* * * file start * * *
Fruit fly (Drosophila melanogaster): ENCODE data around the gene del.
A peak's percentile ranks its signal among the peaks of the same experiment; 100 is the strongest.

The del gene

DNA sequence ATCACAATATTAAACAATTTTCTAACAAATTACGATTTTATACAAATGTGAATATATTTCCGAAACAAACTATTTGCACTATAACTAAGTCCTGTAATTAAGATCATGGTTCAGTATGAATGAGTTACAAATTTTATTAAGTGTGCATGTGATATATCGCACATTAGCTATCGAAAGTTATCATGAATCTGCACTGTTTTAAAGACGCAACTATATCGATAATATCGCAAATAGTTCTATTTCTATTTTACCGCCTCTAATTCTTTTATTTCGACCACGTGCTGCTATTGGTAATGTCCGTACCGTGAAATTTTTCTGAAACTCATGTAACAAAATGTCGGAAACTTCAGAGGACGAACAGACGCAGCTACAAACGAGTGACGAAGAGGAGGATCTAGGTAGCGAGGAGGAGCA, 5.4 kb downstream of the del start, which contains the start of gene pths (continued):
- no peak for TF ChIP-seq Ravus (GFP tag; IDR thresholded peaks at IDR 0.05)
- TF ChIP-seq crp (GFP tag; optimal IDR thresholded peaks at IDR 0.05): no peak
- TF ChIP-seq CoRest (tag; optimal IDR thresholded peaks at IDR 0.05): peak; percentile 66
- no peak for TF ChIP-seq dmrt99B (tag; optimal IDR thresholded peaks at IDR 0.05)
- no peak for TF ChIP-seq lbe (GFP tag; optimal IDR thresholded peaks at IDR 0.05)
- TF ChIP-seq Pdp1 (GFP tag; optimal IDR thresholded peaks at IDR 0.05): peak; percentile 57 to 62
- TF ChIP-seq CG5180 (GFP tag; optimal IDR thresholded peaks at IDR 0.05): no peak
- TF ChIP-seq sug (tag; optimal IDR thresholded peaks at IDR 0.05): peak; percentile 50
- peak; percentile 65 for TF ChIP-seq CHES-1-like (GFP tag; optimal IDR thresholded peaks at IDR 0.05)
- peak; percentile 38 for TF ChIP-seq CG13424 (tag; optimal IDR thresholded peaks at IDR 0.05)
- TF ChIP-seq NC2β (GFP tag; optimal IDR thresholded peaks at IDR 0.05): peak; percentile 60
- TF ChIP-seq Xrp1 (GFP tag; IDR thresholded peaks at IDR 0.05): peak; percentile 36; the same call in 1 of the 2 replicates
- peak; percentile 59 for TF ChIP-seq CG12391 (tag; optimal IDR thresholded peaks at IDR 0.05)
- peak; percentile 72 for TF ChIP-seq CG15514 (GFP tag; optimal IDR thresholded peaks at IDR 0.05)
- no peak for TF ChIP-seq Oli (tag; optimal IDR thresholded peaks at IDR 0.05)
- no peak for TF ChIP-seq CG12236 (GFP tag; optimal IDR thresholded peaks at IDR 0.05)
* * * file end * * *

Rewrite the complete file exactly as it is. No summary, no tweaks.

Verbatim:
Fruit fly (Drosophila melanogaster): ENCODE data around the gene del.
A peak's percentile ranks its signal among the peaks of the same experiment; 100 is the strongest.

The del gene

DNA sequence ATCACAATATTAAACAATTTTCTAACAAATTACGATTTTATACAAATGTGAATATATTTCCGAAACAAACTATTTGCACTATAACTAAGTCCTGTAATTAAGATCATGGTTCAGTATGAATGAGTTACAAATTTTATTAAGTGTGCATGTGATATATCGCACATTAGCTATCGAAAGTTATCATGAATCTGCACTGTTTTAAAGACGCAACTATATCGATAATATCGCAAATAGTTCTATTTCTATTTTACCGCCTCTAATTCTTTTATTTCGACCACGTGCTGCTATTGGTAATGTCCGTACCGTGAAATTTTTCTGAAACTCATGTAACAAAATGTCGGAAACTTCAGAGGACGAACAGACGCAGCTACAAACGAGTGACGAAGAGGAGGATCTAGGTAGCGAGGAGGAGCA, 5.4 kb downstream of the del start, which contains the start of gene pths (continued):
- no peak for TF ChIP-seq Ravus (GFP tag; IDR thresholded peaks at IDR 0.05)
- TF ChIP-seq crp (GFP tag; optimal IDR thresholded peaks at IDR 0.05): no peak
- TF ChIP-seq CoRest (tag; optimal IDR thresholded peaks at IDR 0.05): peak; percentile 66
- no peak for TF ChIP-seq dmrt99B (tag; optimal IDR thresholded peaks at IDR 0.05)
- no peak for TF ChIP-seq lbe (GFP tag; optimal IDR thresholded peaks at IDR 0.05)
- TF ChIP-seq Pdp1 (GFP tag; optimal IDR thresholded peaks at IDR 0.05): peak; percentile 57 to 62
- TF ChIP-seq CG5180 (GFP tag; optimal IDR thresholded peaks at IDR 0.05): no peak
- TF ChIP-seq sug (tag; optimal IDR thresholded peaks at IDR 0.05): peak; percentile 50
- peak; percentile 65 for TF ChIP-seq CHES-1-like (GFP tag; optimal IDR thresholded peaks at IDR 0.05)
- peak; percentile 38 for TF ChIP-seq CG13424 (tag; optimal IDR thresholded peaks at IDR 0.05)
- TF ChIP-seq NC2β (GFP tag; optimal IDR thresholded peaks at IDR 0.05): peak; percentile 60
- TF ChIP-seq Xrp1 (GFP tag; IDR thresholded peaks at IDR 0.05): peak; percentile 36; the same call in 1 of the 2 replicates
- peak; percentile 59 for TF ChIP-seq CG12391 (tag; optimal IDR thresholded peaks at IDR 0.05)
- peak; percentile 72 for TF ChIP-seq CG15514 (GFP tag; optimal IDR thresholded peaks at IDR 0.05)
- no peak for TF ChIP-seq Oli (tag; optimal IDR thresholded peaks at IDR 0.05)
- no peak for TF ChIP-seq CG12236 (GFP tag; optimal IDR thresholded peaks at IDR 0.05)